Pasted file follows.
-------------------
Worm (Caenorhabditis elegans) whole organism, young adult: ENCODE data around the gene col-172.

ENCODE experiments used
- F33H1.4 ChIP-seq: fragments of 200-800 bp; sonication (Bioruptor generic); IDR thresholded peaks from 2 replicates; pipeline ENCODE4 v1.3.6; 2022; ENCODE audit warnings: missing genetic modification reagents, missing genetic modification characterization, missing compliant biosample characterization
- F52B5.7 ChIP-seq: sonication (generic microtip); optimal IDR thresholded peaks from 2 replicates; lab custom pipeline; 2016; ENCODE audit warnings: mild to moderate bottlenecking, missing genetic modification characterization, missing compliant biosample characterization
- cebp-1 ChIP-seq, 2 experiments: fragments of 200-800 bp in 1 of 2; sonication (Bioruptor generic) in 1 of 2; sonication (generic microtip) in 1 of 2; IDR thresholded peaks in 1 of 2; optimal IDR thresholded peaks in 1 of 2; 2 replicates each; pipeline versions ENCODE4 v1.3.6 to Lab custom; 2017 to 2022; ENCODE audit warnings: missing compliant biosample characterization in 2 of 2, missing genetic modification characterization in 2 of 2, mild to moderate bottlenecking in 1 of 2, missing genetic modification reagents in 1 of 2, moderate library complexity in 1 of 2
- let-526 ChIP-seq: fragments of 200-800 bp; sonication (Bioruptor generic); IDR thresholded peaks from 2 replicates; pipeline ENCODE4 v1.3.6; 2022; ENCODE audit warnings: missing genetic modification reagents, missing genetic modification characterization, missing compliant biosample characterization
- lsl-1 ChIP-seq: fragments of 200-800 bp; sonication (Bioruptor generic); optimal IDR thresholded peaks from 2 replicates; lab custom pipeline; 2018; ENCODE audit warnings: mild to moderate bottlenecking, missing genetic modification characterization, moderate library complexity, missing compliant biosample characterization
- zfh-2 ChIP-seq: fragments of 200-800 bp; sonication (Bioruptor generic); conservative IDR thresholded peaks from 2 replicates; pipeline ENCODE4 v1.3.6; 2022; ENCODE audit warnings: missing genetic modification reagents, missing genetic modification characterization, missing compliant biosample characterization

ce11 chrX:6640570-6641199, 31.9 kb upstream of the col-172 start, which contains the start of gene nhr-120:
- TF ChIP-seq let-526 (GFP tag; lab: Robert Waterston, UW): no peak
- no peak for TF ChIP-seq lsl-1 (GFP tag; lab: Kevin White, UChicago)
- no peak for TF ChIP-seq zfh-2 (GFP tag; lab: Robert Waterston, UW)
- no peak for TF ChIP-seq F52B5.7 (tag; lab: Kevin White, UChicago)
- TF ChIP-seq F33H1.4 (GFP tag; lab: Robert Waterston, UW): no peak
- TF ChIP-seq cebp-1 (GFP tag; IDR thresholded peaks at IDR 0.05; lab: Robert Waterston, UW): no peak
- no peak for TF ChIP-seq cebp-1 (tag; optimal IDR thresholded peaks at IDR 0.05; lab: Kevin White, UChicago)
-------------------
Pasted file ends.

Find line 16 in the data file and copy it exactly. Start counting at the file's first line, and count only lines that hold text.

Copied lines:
- no peak for TF ChIP-seq cebp-1 (tag; optimal IDR thresholded peaks at IDR 0.05; lab: Kevin White, UChicago)